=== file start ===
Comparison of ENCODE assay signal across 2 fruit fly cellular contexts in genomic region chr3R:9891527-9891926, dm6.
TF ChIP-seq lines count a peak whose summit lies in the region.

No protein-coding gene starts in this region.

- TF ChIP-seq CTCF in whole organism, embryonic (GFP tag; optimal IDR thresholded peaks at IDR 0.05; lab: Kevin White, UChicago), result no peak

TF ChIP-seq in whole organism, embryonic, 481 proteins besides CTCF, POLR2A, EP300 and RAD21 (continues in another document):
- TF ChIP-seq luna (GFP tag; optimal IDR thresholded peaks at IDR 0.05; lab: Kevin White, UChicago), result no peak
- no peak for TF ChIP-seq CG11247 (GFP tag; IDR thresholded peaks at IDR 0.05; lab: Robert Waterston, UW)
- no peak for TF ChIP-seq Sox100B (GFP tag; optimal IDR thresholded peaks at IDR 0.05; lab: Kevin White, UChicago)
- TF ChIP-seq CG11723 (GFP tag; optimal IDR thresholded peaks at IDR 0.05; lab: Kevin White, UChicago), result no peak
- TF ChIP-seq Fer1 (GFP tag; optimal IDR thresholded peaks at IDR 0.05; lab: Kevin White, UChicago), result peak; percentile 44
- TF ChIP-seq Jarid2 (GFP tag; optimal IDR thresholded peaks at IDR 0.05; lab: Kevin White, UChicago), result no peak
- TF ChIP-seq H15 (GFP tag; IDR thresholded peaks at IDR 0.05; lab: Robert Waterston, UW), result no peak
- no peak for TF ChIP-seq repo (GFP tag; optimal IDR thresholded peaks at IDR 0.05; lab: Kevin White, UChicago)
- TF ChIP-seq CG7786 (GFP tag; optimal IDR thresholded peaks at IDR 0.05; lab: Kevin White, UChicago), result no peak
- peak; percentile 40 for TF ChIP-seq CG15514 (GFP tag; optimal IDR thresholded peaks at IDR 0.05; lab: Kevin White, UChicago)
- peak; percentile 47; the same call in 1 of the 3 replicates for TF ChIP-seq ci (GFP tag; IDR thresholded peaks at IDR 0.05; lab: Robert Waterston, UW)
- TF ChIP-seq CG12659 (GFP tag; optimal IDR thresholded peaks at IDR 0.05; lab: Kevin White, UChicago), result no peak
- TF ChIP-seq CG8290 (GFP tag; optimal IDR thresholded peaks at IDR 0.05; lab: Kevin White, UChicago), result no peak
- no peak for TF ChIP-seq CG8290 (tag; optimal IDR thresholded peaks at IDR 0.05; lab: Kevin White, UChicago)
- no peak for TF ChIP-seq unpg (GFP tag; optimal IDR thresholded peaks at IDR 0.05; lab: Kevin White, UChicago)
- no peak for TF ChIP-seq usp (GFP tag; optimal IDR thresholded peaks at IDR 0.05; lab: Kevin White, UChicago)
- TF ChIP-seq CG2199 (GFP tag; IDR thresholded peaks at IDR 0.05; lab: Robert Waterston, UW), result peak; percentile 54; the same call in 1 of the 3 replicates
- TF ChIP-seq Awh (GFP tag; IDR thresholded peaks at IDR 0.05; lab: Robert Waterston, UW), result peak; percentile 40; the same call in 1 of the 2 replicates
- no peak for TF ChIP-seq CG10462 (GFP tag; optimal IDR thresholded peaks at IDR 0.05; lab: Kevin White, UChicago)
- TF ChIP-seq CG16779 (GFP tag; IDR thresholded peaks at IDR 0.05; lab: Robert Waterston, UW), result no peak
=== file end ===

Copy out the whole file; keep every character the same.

Comparison of ENCODE assay signal across 2 fruit fly cellular contexts in genomic region chr3R:9891527-9891926, dm6.
TF ChIP-seq lines count a peak whose summit lies in the region.

No protein-coding gene starts in this region.

- TF ChIP-seq CTCF in whole organism, embryonic (GFP tag; optimal IDR thresholded peaks at IDR 0.05; lab: Kevin White, UChicago), result no peak

TF ChIP-seq in whole organism, embryonic, 481 proteins besides CTCF, POLR2A, EP300 and RAD21 (continues in another document):
- TF ChIP-seq luna (GFP tag; optimal IDR thresholded peaks at IDR 0.05; lab: Kevin White, UChicago), result no peak
- no peak for TF ChIP-seq CG11247 (GFP tag; IDR thresholded peaks at IDR 0.05; lab: Robert Waterston, UW)
- no peak for TF ChIP-seq Sox100B (GFP tag; optimal IDR thresholded peaks at IDR 0.05; lab: Kevin White, UChicago)
- TF ChIP-seq CG11723 (GFP tag; optimal IDR thresholded peaks at IDR 0.05; lab: Kevin White, UChicago), result no peak
- TF ChIP-seq Fer1 (GFP tag; optimal IDR thresholded peaks at IDR 0.05; lab: Kevin White, UChicago), result peak; percentile 44
- TF ChIP-seq Jarid2 (GFP tag; optimal IDR thresholded peaks at IDR 0.05; lab: Kevin White, UChicago), result no peak
- TF ChIP-seq H15 (GFP tag; IDR thresholded peaks at IDR 0.05; lab: Robert Waterston, UW), result no peak
- no peak for TF ChIP-seq repo (GFP tag; optimal IDR thresholded peaks at IDR 0.05; lab: Kevin White, UChicago)
- TF ChIP-seq CG7786 (GFP tag; optimal IDR thresholded peaks at IDR 0.05; lab: Kevin White, UChicago), result no peak
- peak; percentile 40 for TF ChIP-seq CG15514 (GFP tag; optimal IDR thresholded peaks at IDR 0.05; lab: Kevin White, UChicago)
- peak; percentile 47; the same call in 1 of the 3 replicates for TF ChIP-seq ci (GFP tag; IDR thresholded peaks at IDR 0.05; lab: Robert Waterston, UW)
- TF ChIP-seq CG12659 (GFP tag; optimal IDR thresholded peaks at IDR 0.05; lab: Kevin White, UChicago), result no peak
- TF ChIP-seq CG8290 (GFP tag; optimal IDR thresholded peaks at IDR 0.05; lab: Kevin White, UChicago), result no peak
- no peak for TF ChIP-seq CG8290 (tag; optimal IDR thresholded peaks at IDR 0.05; lab: Kevin White, UChicago)
- no peak for TF ChIP-seq unpg (GFP tag; optimal IDR thresholded peaks at IDR 0.05; lab: Kevin White, UChicago)
- no peak for TF ChIP-seq usp (GFP tag; optimal IDR thresholded peaks at IDR 0.05; lab: Kevin White, UChicago)
- TF ChIP-seq CG2199 (GFP tag; IDR thresholded peaks at IDR 0.05; lab: Robert Waterston, UW), result peak; percentile 54; the same call in 1 of the 3 replicates
- TF ChIP-seq Awh (GFP tag; IDR thresholded peaks at IDR 0.05; lab: Robert Waterston, UW), result peak; percentile 40; the same call in 1 of the 2 replicates
- no peak for TF ChIP-seq CG10462 (GFP tag; optimal IDR thresholded peaks at IDR 0.05; lab: Kevin White, UChicago)
- TF ChIP-seq CG16779 (GFP tag; IDR thresholded peaks at IDR 0.05; lab: Robert Waterston, UW), result no peak